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Labor to release savings package

Chris Bowen stressed that Labor’s fiscal program, when fully released, would ‘see us return to budget balance in exactly the same time frame as the government’. Mick Tsikas/AAP

The opposition will attempt to strengthen its economic credentials by announcing on Friday a package of savings to help pay for its policies and improve the budget bottom line.

It will include both new savings and Labor’s decisions on so-called “zombie” measures that the government has not been able to get through the parliament.

Among the items will be what the opposition will present as a better targeting of family payments, while protecting people most needing support.

The Parliamentary Budget Office on Thursday released an update of the impact of unlegislated measures carried forward from the 2014 budget and later into this year’s budget. This puts the impact over the forward estimates at more than A$8 billion; over a decade it is $33.8 billion. Among the measures are increases in prescription charges, changes to family payments, and the removal of “double dipping” from the paid parental leave provisions.

The update does not include new policy decisions announced in the May budget.

The government, including new decisions in its figuring, says measures stuck are worth $18 billion over the forward estimates.

Labor has already indicated its attitude on some “zombie” measures but left others hanging.

The opposition’s announcement of savings follows its politically risky strategy, unveiled on Wednesday, to run bigger deficits than the Coalition over the forward estimates – although it said it would match the government’s commitment to return the budget to balance in 2020-21.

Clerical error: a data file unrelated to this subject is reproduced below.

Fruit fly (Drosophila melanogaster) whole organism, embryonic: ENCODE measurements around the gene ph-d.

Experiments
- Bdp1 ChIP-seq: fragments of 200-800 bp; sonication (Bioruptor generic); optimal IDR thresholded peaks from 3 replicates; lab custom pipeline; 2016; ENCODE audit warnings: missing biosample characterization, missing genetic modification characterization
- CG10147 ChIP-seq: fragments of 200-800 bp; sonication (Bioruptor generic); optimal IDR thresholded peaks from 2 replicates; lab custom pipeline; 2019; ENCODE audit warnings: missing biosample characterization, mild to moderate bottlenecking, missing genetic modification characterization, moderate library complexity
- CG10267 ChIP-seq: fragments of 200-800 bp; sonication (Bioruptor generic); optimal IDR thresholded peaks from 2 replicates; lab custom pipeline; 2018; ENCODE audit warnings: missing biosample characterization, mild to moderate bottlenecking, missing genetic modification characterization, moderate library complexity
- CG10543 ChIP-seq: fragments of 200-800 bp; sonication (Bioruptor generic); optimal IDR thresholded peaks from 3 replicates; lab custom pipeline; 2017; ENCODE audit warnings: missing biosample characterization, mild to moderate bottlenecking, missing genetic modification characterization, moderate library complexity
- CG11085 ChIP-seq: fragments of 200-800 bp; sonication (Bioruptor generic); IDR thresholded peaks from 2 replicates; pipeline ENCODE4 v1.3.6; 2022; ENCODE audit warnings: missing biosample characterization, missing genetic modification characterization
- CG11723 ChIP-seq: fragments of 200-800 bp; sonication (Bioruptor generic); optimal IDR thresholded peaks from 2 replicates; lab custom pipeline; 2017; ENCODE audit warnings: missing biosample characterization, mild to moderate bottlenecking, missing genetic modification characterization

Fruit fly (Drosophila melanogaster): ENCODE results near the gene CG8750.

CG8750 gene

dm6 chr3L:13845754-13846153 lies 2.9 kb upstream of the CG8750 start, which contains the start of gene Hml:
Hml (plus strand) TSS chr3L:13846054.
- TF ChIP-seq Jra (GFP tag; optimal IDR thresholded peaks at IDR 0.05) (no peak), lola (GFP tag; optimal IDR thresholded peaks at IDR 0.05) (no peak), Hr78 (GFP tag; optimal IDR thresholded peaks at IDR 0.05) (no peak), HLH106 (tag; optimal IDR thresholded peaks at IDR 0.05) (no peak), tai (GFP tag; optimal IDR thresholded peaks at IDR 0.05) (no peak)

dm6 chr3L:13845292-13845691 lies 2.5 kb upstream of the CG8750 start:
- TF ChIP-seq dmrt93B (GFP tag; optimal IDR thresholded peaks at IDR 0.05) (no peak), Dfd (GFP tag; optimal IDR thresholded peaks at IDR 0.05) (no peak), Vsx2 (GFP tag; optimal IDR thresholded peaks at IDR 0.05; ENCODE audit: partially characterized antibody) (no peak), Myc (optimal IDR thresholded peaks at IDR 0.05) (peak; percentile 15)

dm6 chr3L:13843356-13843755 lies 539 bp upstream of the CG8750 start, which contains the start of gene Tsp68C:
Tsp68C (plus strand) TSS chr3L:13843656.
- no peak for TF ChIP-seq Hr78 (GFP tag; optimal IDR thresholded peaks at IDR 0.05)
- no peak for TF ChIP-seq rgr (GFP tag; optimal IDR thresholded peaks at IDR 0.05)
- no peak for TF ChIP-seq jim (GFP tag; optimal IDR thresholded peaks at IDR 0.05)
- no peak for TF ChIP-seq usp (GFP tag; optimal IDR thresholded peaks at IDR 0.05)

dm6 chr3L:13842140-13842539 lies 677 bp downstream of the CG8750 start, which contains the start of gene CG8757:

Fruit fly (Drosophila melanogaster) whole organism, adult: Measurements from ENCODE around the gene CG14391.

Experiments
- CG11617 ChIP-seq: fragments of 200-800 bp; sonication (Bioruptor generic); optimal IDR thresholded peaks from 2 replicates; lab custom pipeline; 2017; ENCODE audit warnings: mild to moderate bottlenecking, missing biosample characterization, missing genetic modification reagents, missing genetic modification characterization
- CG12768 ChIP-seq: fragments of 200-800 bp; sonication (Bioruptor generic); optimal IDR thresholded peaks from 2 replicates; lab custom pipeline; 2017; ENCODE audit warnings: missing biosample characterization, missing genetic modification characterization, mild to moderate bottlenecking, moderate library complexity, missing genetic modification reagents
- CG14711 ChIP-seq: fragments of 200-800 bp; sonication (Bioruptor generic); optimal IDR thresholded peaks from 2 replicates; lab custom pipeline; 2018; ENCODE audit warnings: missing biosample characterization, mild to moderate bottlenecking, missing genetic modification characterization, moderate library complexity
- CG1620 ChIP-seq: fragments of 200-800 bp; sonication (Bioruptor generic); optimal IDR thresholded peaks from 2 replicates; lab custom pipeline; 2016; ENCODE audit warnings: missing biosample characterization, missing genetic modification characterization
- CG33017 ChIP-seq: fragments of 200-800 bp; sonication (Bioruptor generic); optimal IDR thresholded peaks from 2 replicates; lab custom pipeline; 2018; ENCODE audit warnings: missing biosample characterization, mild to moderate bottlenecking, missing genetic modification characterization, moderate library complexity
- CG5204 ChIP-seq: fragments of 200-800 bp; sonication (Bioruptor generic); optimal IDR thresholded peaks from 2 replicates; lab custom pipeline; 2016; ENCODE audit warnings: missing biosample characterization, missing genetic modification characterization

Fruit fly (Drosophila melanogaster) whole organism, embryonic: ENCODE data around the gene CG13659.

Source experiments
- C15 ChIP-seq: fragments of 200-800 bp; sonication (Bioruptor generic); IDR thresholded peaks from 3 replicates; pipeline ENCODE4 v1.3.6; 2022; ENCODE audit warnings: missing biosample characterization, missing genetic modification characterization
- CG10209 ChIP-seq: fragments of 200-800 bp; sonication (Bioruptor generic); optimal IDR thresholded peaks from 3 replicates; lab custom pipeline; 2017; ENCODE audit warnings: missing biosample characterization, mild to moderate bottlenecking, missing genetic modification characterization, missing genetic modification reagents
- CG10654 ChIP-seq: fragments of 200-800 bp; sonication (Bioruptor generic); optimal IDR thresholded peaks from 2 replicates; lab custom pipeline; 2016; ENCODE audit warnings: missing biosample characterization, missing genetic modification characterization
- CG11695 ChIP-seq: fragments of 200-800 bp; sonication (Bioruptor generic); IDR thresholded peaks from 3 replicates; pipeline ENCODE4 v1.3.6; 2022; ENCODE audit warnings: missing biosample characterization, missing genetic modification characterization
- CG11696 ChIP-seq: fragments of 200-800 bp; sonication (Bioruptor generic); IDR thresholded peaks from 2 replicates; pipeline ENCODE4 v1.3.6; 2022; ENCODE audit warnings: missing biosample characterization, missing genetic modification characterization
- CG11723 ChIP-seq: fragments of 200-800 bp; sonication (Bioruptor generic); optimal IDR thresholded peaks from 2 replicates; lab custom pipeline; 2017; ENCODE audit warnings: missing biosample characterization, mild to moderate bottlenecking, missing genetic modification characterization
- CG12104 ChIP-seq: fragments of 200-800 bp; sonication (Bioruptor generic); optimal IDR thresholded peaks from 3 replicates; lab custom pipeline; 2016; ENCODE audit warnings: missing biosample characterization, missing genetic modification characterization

This was part of a “ten-year plan for Australia’s economy” which Opposition Leader Bill Shorten launched, bringing together a range of ALP policy initiatives already announced including its investment in schools and infrastructure.

Shorten said that while Labor “will not have the same degree of fiscal contraction” as the Liberals over the forward estimates, it “will deliver better and bigger structural budget improvements over the decade”. Labor says this is because its revenue measures build up strongly over the longer term, while the government’s plan to cut company tax will be expensive in those years.

But the opposition’s admission of higher deficits than the Coalition’s in the shorter term drew criticism, which it hopes will be countered by the release of the savings.

Shadow Treasurer Chris Bowen on Thursday said the savings would include “difficult decisions which won’t be universally popular but which are necessary to ensure our budget plans – which are necessary to ensure we can invest in schools, in hospitals, in infrastructure at the same time as having Budget repair.

"We’ve said consistently we’ll have more savings than spending over the decade,” Bowen said.

He stressed that Labor’s fiscal program, when fully released, would “see us return to budget balance in exactly the same time frame as the government”.

While Labor will drop its opposition to some “zombie” items it will continue to resist others. The ones it commits to reverse will be excluded from its bottom line.

Questioned about the impact of Labor’s fiscal program on Australia’s AAA credit rating, Bowen said: “It remains a priority for Labor to defend the AAA rating.

"The ratings agencies will look at the return to the balance year, exactly the same as the government, and then they will look at what happens next and they will see a stark difference in Labor’s approach – surpluses building more substantially and more quickly. The government won’t be able to make that claim.”

Greens Treasury spokesman Adam Bandt said the PBO report “reveals that the government’s banking of $33.8 billion in savings is pure fantasy”.

The government has flagged that it would be looking for further savings if it is re-elected, while the opposition has indicated that it does not trust the budget’s numbers and would, if elected, have a quick mini-budget. So, whichever side wins on July 2, there must be some doubt over the numbers that are being debated at the moment.

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